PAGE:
As a founding father in the fields of physics and astronomy, Galileo Galilei is known for countless contributions to science. The Italian thinker stressed a methodical, mathematical approach to studying the universe, and inspired the modern scientific method that remains a bedrock of scientific inquiry — even 380 years after his death. His innovations in the realm of motion and gravity are equally exceptional and have laid the foundations for today’s physics and made him one of the greatest scientists of all time. But all these contributions are eclipsed by his astronomical observations, which highlighted spots on the sun, craters on the moon, and stars throughout the Milky Way — not to mention his monumental findings on how the cosmos revolve around the sun.
“I discovered in the heavens many things that had not been seen before our own age,” Galileo wrote in 1615. Indeed, he transformed the way in which people perceived the world. Here’s 12 intriguing facts about his life and career that may not be so familiar:
Galileo Galilei’s names sound similar on purpose
He was born in Tuscany, Italy in 1564, when parents frequently provided their sons with personal names inspired by their traditional family identifiers. In fact, Galileo’s forebearers actually used the terms “Galileo” and “Galilei” interchangeably as a surname throughout the years. Though this sounds confusing today, people at this time perceived naming conventions as fairly flexible. Most Italians, including Galileo, would’ve introduced themselves with only a single name, which they occasionally supplemented with their occupation, town of origin, father’s first name or traditional family name.
He was a real renaissance man (even as a boy)
Throughout his adulthood, Galileo worked as an astronomer, physicist, philosopher, inventor and mathematician. His status as an academic polymath can be traced back to his boyhood. Galileo already showed skill in these topics as a child, as well as an aptitude in several artistic areas. He learned all about music from his father, Vincenzo Galilei, who worked as a court musician and composer. These lessons inspired Galileo’s lifelong passion for several instruments, particularly the lute, which he supposedly mastered in “charm of style and delicacy of touch” as a boy. Galileo also cultivated talent as an artist during his childhood and seriously considered a career as a painter. In fact, later in life, Galileo joined the Accademia delle Arti del Disegno (Academy of Drawing Arts) in Florence and would go on to advise the era’s top painters on chiaroscuro and perspective.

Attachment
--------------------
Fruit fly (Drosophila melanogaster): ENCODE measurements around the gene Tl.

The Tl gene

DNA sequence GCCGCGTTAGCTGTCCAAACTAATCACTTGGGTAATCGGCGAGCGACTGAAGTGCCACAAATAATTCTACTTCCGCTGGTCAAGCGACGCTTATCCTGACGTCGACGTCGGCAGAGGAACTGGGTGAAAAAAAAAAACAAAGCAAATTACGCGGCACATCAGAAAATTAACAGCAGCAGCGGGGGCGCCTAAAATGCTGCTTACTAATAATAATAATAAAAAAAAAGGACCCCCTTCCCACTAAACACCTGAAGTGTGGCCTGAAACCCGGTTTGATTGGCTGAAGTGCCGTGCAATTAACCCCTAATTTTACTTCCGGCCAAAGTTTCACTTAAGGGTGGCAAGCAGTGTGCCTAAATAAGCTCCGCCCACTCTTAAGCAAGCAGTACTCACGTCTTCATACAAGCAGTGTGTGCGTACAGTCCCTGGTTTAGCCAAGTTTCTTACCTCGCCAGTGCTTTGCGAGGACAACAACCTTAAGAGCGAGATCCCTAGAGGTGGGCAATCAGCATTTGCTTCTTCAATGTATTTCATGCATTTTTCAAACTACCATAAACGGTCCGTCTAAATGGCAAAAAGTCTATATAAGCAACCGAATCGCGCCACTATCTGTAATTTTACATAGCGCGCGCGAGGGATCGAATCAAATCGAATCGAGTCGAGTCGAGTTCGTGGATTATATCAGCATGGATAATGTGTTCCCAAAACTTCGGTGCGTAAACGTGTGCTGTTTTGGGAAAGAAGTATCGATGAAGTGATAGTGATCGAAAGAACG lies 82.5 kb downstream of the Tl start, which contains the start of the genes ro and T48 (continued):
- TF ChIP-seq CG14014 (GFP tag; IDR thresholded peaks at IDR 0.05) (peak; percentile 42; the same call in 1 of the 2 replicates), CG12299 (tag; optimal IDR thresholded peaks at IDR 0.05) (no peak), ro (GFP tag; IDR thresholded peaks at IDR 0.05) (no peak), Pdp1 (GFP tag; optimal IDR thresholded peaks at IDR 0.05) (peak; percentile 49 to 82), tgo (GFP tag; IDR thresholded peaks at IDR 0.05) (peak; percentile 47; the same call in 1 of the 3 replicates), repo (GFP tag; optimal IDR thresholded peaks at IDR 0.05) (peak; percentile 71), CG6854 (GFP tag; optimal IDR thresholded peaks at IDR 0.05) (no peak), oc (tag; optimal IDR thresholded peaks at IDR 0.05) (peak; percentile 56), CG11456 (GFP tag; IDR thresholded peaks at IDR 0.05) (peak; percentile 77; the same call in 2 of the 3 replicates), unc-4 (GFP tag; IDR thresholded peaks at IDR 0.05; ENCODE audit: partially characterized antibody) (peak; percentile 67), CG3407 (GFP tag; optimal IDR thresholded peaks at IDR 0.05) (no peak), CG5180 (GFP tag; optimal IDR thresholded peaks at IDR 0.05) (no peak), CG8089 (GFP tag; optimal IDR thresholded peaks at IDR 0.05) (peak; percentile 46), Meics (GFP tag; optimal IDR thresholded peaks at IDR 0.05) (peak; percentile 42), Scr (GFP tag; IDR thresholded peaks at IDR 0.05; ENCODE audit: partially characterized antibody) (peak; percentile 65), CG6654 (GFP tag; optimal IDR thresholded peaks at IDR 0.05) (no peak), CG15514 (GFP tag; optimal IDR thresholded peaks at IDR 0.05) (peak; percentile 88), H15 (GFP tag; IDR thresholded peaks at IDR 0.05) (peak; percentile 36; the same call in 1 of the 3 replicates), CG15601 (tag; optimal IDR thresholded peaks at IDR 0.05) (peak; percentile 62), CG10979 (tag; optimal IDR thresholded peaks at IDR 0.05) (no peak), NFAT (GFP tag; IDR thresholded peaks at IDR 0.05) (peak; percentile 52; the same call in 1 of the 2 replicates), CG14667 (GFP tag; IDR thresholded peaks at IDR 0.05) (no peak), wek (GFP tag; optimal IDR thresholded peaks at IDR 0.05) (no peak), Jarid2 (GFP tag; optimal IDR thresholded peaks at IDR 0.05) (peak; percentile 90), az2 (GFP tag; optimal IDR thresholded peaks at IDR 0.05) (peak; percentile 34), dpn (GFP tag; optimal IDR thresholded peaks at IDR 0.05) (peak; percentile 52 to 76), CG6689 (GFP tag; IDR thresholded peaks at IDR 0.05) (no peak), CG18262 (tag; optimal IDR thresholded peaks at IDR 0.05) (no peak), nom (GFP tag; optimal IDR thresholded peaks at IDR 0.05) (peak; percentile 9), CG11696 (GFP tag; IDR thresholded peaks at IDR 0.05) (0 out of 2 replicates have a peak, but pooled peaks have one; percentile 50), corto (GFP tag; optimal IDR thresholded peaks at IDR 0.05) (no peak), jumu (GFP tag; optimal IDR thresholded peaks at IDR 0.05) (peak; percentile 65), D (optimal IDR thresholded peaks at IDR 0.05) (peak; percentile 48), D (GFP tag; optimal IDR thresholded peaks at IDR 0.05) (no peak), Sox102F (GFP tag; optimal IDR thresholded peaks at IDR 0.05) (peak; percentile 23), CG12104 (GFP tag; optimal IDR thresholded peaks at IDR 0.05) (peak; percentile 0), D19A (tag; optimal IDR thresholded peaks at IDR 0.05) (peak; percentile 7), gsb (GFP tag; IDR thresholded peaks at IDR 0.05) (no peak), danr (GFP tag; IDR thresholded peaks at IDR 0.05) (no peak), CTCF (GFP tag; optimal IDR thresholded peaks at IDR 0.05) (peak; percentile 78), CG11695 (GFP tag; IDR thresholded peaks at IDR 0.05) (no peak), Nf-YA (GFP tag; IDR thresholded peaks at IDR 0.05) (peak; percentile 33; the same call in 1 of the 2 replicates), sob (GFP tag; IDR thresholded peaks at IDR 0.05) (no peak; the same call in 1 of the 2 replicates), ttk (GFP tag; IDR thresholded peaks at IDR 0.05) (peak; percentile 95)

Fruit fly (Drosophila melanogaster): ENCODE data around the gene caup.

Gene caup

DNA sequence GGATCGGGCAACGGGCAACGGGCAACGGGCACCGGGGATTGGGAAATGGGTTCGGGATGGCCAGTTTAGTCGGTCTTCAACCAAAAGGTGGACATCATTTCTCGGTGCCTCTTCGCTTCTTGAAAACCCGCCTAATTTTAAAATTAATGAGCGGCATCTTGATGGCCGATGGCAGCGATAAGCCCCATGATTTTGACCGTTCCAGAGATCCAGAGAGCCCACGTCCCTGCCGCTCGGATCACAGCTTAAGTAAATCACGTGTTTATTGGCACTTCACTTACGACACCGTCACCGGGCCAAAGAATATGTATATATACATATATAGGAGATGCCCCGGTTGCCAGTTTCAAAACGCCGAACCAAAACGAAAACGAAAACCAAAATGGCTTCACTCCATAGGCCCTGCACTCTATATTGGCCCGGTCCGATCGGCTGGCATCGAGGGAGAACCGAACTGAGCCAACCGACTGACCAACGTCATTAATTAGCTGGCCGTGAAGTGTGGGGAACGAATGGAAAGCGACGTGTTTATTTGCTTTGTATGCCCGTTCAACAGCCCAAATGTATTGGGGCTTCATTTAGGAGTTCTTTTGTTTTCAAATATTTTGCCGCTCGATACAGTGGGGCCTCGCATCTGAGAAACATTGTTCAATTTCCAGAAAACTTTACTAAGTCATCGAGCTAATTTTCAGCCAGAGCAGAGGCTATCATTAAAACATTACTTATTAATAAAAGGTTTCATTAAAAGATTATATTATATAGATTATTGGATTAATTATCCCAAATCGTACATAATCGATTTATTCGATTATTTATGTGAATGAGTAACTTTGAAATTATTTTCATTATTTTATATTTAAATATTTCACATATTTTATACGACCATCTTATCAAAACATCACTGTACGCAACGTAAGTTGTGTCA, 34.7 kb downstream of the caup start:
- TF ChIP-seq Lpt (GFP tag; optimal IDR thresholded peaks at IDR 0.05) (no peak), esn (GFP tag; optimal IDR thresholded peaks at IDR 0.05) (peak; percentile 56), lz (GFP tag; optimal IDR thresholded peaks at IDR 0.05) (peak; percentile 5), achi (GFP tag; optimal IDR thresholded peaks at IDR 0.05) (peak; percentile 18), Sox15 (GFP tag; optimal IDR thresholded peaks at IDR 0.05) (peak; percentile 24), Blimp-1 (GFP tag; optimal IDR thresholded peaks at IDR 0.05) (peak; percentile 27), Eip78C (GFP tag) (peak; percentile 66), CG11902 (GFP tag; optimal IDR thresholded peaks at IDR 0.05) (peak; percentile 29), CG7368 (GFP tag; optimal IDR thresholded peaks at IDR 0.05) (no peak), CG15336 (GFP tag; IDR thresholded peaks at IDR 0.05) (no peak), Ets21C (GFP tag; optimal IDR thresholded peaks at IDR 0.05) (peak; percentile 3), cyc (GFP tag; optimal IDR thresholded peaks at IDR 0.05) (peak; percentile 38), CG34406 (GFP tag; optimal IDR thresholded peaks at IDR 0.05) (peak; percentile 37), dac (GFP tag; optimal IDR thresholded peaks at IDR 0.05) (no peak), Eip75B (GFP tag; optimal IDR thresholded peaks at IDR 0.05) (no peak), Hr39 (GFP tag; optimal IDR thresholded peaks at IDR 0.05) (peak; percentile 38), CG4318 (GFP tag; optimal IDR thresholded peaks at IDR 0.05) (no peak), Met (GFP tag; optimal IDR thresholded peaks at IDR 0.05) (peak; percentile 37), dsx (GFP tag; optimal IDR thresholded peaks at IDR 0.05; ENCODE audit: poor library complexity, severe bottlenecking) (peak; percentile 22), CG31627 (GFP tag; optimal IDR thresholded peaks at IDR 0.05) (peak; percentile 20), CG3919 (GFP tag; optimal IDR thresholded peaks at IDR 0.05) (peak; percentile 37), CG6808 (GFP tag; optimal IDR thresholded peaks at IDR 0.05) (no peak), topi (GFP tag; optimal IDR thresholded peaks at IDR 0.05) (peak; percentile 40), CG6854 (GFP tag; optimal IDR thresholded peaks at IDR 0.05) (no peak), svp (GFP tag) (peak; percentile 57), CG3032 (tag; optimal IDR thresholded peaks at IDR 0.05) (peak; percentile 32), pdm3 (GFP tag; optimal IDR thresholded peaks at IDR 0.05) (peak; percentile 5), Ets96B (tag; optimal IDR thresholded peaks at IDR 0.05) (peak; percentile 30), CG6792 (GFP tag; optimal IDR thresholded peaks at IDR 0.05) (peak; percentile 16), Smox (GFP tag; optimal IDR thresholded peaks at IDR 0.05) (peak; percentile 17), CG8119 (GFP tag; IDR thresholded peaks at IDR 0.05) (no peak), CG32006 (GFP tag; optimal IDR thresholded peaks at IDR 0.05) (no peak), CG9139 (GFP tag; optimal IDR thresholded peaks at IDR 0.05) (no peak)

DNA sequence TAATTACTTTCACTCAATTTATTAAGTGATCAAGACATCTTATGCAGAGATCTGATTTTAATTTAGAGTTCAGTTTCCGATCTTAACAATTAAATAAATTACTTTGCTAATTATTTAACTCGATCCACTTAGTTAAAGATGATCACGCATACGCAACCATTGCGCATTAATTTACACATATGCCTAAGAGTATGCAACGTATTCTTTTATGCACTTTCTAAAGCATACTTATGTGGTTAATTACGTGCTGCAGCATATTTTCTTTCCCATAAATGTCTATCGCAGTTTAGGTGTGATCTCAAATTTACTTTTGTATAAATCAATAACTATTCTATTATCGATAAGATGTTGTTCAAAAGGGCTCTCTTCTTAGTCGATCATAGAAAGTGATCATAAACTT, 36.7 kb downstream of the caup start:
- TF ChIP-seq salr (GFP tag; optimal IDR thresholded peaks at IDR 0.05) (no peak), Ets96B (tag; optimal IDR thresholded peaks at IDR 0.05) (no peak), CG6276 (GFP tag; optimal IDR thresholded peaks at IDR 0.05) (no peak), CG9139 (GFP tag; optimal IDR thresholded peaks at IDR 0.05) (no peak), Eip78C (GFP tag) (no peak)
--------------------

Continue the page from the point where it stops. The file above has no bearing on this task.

The scientist dropped out of university
Due to his exceptional intelligence, Galileo was sent to study at the University of Pisa at age 16. There, the young man initially enrolled as a medical student but became increasingly mesmerized by mathematics. The world, Galileo would ultimately write, “is written in mathematical language, and its characters are triangles, circles, and other geometric figures, without which it is impossible to humanly understand a word.” But in 1585, financial constraints forced the aspiring scholar to abandon his studies at the university. Galileo continued researching mathematics independently and as a tutor until 1589, when he triumphantly returned to the institution — this time as a full-fledged professor of mathematics.
He was known as a theatrical (And controversial) teacher
Galileo’s lectures about mathematics, mechanics and astronomy attracted some serious attention. In fact, one of Galileo’s students, Vincenzo Viviani, claimed that crowds formed as the professor tossed objects from the famous tower of Pisa and showed once and for all that the speed of their fall was isolated from their weight. (After all, this theory clashed with accepted thinking at the time.) Galileo’s work with motion propelled the scholar into becoming a major academic player, though it initiated arguments with other academics who were insulted that the professor was undermining the very theories he was assigned to teach. In 1592, Galileo’s contract at the University of Pisa lapsed, and the scholar transitioned to the University of Padua, where he worked from 1592 to 1610. As Galileo’s career progressed, so did the controversies.
Galileo was never married, but he did start a family
Throughout the Renaissance, scholars and academics seldom married. So according to this tradition, Galileo never tied the knot. That said, the academic was associated with a woman named Marina Gamba, with whom he raised three children: Virginia (born in 1600), Livia (born in 1601), and Vincenzo (born in 1606). Ultimately, their two daughters joined the convent of San Matteo in Arcetri, and their son pursued a career as a musician.